When not to pay off your car loan early
Paying off your car loan early means an extra few hundred dollars in your pocket each month. But in some cases, you could negatively impact your finances more than help — so it may not always be the best move.
Avoid paying your loan off early if:
- There is a prepayment penalty. A prepayment penalty essentially punishes you for making extra payments or fully paying off your loan early. It is the lender’s attempt to make up for the interest you would have paid if you had stayed on schedule. If there is a prepayment penalty, make sure it won’t cost you more than you would otherwise pay in interest.
- Your loan uses precomputed interest. Precomputed interest front-loads the interest you pay each year so that the first month accounts for a greater share than the last month. When you pay off your loan early, you won’t significantly lower the cost of your car loan. In this case, it may be better to stick to the loan schedule.
- You don’t have much debt. While it may seem counterintuitive, your credit score is calculated based on the types of debt you have and the length of your accounts. Since car loans are long-term debt, making consistent payments for years will help keep your credit score high.
One caveat: paying off your loan may lower your credit utilization ratio, which accounts for around 30 percent of your credit score. If you have other debts and a high debt-to-income ratio (DTI), then removing one account should help improve your score.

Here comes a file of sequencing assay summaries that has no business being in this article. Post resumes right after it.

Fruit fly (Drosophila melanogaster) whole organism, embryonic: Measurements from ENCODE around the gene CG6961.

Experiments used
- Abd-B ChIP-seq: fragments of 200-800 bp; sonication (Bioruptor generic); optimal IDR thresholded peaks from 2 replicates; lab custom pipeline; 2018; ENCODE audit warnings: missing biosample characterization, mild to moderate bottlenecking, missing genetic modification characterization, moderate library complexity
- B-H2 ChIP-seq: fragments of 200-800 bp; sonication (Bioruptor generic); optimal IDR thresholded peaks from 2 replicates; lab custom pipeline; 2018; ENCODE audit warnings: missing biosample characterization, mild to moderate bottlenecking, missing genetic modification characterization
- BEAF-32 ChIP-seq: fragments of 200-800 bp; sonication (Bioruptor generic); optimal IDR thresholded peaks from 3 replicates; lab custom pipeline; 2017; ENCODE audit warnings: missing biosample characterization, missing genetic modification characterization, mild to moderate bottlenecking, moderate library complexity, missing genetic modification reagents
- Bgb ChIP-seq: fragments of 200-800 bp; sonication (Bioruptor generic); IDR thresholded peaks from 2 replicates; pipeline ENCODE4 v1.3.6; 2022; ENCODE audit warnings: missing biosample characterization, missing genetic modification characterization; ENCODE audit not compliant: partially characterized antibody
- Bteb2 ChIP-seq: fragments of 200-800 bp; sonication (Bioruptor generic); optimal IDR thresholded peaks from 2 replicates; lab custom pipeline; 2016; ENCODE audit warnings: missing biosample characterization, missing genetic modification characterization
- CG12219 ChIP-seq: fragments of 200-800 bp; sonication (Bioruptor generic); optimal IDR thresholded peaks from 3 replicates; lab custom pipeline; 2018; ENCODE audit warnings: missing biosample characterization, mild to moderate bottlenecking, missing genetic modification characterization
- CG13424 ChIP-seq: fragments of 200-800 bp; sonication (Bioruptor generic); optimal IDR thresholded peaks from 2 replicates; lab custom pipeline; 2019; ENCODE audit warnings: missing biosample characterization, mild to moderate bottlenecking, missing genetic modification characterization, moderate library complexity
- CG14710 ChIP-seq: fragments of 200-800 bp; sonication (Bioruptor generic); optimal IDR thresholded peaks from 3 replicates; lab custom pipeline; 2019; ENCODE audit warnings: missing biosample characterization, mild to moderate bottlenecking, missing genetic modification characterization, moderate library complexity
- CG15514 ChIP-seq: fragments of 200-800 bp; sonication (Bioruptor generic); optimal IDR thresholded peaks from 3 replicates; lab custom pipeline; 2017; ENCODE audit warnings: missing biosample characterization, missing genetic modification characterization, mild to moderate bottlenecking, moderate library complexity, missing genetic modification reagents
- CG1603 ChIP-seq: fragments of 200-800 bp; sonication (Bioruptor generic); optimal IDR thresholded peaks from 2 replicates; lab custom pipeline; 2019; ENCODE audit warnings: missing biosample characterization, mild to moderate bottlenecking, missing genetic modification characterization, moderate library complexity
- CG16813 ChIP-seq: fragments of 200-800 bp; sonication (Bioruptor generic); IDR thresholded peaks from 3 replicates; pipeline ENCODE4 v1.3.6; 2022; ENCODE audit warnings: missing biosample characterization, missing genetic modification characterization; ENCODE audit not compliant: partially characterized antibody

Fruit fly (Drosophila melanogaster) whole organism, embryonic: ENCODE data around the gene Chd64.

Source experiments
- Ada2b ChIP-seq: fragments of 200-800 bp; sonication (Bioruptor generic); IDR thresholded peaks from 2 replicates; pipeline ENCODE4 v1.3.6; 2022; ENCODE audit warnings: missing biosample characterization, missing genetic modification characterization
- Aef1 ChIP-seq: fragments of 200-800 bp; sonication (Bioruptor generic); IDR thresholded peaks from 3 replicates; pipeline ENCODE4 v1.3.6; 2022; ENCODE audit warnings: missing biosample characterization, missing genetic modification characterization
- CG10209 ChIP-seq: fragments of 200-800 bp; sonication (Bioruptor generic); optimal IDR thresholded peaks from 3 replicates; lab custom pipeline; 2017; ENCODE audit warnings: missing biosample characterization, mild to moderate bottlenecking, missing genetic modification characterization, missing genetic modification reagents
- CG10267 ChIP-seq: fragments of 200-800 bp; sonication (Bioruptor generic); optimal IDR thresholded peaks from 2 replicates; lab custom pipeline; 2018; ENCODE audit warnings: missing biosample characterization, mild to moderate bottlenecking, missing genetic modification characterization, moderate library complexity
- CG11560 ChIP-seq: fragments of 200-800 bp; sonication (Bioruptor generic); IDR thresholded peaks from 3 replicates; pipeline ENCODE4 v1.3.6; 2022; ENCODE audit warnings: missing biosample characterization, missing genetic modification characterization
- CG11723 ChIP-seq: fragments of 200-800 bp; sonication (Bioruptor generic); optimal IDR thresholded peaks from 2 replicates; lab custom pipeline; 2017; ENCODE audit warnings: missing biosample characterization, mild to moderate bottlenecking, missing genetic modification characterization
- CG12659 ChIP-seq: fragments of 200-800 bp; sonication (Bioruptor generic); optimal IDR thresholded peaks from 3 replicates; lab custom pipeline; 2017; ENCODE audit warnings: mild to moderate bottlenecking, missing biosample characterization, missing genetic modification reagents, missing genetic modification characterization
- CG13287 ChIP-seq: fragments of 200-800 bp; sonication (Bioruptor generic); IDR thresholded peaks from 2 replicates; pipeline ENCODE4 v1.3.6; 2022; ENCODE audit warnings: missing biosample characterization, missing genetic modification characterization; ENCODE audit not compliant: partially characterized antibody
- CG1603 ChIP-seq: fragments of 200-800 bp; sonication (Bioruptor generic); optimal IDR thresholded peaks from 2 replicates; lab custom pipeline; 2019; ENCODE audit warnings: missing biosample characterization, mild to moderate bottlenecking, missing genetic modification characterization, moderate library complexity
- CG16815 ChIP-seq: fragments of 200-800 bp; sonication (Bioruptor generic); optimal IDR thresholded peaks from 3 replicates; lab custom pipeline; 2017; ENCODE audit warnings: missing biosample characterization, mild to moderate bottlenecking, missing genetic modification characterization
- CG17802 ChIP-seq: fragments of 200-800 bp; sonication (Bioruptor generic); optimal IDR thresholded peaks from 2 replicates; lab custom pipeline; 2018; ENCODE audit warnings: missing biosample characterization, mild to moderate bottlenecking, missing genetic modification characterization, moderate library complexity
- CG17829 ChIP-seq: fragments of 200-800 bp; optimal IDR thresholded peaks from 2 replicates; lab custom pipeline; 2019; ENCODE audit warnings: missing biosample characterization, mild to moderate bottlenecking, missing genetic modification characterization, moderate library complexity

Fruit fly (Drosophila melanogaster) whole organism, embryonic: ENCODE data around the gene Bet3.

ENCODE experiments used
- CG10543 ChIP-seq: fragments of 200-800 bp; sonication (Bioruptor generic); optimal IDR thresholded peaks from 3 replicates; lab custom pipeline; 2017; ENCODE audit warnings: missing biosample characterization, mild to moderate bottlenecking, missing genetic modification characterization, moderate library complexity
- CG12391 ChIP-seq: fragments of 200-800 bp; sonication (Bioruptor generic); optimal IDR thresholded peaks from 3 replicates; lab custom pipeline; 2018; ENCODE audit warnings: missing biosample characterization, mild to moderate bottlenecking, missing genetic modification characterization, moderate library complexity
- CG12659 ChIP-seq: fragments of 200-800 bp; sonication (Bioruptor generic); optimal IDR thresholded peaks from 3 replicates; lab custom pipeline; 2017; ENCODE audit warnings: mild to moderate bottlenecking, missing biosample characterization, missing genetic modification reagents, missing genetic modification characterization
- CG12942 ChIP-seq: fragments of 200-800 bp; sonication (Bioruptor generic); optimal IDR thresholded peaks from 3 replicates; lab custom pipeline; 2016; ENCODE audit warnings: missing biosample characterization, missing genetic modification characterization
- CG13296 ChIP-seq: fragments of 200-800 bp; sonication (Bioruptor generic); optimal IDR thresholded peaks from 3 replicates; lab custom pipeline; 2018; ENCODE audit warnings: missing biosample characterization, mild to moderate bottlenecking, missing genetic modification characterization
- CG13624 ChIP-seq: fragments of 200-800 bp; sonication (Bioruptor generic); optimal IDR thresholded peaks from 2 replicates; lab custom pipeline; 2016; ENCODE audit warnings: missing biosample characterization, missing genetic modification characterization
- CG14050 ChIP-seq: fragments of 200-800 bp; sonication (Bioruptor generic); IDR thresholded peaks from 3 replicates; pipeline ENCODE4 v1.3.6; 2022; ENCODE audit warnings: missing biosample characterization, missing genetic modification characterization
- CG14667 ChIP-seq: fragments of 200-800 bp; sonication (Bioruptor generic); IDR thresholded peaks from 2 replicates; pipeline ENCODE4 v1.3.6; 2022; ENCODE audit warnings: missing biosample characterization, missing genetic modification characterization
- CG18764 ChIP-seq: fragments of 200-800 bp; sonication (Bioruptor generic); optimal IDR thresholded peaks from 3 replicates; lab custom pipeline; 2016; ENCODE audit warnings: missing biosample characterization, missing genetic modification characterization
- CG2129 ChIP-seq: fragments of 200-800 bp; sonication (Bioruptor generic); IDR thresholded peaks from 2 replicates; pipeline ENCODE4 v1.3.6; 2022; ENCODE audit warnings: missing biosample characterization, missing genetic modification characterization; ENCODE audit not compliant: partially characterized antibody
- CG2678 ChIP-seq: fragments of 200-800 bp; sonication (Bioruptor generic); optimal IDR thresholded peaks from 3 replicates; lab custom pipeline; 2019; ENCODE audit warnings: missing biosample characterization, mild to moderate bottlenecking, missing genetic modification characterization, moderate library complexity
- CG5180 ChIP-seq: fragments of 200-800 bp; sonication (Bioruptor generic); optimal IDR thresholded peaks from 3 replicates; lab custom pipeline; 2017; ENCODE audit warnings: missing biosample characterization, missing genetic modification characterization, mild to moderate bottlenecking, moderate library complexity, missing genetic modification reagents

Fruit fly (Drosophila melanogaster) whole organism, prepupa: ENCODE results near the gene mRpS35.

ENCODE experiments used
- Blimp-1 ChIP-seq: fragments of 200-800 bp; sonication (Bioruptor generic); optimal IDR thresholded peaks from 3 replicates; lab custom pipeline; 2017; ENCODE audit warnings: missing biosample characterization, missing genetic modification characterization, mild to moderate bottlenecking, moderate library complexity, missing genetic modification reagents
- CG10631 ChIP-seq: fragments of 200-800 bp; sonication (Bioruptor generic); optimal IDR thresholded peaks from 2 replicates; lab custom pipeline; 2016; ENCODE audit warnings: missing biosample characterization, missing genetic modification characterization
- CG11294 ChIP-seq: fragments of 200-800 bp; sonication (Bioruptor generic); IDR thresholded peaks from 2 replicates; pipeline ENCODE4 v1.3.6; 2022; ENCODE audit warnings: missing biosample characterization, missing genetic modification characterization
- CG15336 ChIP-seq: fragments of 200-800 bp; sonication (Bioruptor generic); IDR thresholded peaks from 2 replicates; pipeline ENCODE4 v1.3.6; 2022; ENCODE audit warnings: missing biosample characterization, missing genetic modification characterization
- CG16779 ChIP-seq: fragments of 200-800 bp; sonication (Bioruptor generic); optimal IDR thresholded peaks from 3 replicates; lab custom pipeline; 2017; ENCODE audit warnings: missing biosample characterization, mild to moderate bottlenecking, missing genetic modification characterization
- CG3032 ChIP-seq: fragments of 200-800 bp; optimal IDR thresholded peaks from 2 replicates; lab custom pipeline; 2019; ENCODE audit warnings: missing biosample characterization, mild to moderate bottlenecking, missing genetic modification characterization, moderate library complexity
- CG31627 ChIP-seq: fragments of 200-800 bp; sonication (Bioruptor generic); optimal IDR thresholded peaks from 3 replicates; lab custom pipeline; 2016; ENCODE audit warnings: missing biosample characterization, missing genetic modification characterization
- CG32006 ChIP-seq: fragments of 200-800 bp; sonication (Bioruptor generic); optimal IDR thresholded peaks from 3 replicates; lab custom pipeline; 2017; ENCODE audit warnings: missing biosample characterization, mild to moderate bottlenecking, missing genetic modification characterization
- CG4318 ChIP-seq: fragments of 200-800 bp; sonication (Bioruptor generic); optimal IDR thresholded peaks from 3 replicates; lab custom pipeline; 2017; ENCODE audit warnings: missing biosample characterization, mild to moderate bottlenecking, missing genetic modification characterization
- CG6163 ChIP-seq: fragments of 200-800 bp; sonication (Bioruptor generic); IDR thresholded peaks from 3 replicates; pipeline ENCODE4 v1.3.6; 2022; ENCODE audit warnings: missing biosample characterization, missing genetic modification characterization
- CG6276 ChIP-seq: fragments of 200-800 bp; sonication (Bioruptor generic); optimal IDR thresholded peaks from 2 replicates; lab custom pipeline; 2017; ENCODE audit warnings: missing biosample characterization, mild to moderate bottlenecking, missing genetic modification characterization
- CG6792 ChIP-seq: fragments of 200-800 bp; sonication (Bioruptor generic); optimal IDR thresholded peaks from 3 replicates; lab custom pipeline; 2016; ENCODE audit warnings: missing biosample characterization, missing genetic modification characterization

Ways to lower your monthly car payment
Aside from refinancing your loan, there are two ways to lower your monthly payment: defer them or request a loan modification.
Deferment allows you to skip a payment if you are experiencing short-term financial hardship. Lenders may offer one to three months of deferment to help you out. But deferment only moves the payments to the end of your loan, so you will still have to make them up eventually. You will also be responsible for interest, so in the end, it is more expensive.
Lenders may be less willing to modify your loan, but it doesn’t hurt to ask. Much like refinancing, loan modification will change the terms of your loan by either extending your term or lowering your interest rate. If you can get a modification to your loan, you could reduce your monthly payment without having to apply with a new lender.
It may not always be the best decision to pay off your car loan early. If you’d face prepayment penalties or a potential hit to your credit score, the savings won’t be worth it.
But if you want to get out of debt, eliminating car payments is one of the quickest ways to make room in your budget. Refinancing — or just making extra payments — are the best ways to pay off your car loan faster. Even if it’s just a few extra dollars a month, you will reduce your debt and may cut a few months out of your loan.